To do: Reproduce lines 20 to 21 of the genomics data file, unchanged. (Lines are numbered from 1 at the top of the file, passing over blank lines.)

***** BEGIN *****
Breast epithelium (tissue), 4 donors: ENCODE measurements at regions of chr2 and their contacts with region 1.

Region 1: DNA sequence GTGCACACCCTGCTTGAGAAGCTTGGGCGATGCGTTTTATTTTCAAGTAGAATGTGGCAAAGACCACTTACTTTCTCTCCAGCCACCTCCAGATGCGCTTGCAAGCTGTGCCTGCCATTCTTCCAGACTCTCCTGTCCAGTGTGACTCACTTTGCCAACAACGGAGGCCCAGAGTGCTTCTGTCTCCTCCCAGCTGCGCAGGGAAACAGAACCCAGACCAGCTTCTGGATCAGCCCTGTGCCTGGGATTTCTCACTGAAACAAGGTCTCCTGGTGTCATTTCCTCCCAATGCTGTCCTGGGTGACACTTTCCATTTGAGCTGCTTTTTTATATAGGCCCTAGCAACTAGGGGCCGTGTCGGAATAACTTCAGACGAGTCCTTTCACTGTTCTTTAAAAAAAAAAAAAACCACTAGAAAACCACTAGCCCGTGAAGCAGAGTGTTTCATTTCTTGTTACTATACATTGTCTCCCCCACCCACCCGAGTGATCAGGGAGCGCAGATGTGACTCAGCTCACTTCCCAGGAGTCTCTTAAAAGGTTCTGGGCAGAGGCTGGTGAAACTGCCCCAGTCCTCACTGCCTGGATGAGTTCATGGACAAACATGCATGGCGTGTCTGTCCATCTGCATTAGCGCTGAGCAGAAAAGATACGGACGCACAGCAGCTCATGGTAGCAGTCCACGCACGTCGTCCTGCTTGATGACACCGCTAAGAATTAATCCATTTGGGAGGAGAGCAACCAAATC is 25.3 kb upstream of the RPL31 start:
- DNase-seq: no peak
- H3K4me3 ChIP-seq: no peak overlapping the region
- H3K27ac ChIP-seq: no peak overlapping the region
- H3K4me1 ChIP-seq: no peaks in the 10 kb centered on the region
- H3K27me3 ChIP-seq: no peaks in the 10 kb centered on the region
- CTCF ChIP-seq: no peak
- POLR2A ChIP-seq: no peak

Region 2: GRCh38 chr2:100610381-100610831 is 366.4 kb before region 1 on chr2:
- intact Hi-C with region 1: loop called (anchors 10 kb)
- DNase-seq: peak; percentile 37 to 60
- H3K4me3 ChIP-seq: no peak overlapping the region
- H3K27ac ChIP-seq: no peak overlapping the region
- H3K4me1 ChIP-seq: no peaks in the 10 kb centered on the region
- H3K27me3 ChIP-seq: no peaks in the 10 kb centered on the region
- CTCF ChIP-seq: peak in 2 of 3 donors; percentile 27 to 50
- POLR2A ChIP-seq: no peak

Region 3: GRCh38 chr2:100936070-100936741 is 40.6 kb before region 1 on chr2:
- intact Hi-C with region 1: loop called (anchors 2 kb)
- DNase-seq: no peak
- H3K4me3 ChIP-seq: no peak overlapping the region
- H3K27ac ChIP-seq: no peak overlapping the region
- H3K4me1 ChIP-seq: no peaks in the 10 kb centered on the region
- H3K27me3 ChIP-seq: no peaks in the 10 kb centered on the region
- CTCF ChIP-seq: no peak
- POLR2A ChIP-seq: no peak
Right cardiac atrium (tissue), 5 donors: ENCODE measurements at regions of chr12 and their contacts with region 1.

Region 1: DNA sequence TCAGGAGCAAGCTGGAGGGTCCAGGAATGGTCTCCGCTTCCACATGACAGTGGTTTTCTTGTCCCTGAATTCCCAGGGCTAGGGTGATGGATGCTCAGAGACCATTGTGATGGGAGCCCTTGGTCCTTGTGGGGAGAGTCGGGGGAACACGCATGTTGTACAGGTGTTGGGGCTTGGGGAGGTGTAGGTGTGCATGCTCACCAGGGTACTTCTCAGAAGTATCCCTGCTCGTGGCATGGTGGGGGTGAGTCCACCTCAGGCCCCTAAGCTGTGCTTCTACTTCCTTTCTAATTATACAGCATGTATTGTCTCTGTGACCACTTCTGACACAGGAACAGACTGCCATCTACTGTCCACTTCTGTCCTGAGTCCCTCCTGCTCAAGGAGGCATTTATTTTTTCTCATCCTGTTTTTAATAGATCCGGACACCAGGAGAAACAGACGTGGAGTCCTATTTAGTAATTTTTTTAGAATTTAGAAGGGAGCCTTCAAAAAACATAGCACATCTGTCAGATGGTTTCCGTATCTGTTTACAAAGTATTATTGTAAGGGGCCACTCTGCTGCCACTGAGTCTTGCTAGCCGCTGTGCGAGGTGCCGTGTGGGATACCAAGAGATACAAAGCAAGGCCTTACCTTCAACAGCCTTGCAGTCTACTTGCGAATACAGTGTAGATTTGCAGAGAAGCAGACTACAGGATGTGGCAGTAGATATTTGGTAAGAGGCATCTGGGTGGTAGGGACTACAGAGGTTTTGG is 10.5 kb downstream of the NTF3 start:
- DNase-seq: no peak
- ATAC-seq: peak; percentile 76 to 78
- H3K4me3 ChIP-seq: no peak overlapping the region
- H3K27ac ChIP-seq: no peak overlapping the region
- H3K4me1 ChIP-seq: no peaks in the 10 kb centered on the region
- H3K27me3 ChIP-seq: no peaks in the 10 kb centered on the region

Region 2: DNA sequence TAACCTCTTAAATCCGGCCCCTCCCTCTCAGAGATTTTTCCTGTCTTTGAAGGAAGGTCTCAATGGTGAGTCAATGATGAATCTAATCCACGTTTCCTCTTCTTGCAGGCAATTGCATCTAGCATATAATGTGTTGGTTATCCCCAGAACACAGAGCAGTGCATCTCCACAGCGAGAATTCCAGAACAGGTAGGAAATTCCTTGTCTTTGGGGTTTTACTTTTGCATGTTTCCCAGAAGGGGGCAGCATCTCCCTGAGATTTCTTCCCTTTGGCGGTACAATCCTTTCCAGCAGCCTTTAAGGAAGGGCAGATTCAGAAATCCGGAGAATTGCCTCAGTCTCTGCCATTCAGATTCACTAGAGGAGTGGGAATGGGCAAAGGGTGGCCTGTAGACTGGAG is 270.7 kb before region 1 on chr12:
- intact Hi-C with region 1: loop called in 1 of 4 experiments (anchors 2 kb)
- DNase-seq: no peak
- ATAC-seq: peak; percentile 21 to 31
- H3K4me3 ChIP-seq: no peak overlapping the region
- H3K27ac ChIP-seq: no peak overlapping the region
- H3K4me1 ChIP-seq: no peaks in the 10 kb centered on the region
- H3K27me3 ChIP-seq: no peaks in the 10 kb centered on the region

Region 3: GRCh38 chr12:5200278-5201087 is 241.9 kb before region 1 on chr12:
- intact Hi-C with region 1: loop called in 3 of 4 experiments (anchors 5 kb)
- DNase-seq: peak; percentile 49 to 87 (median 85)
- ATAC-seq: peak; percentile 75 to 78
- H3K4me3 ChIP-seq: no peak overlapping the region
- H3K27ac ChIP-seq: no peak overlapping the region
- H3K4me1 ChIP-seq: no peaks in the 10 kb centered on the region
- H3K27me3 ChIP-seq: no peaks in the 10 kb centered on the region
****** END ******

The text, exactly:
- intact Hi-C with region 1: loop called (anchors 2 kb)
- DNase-seq: no peak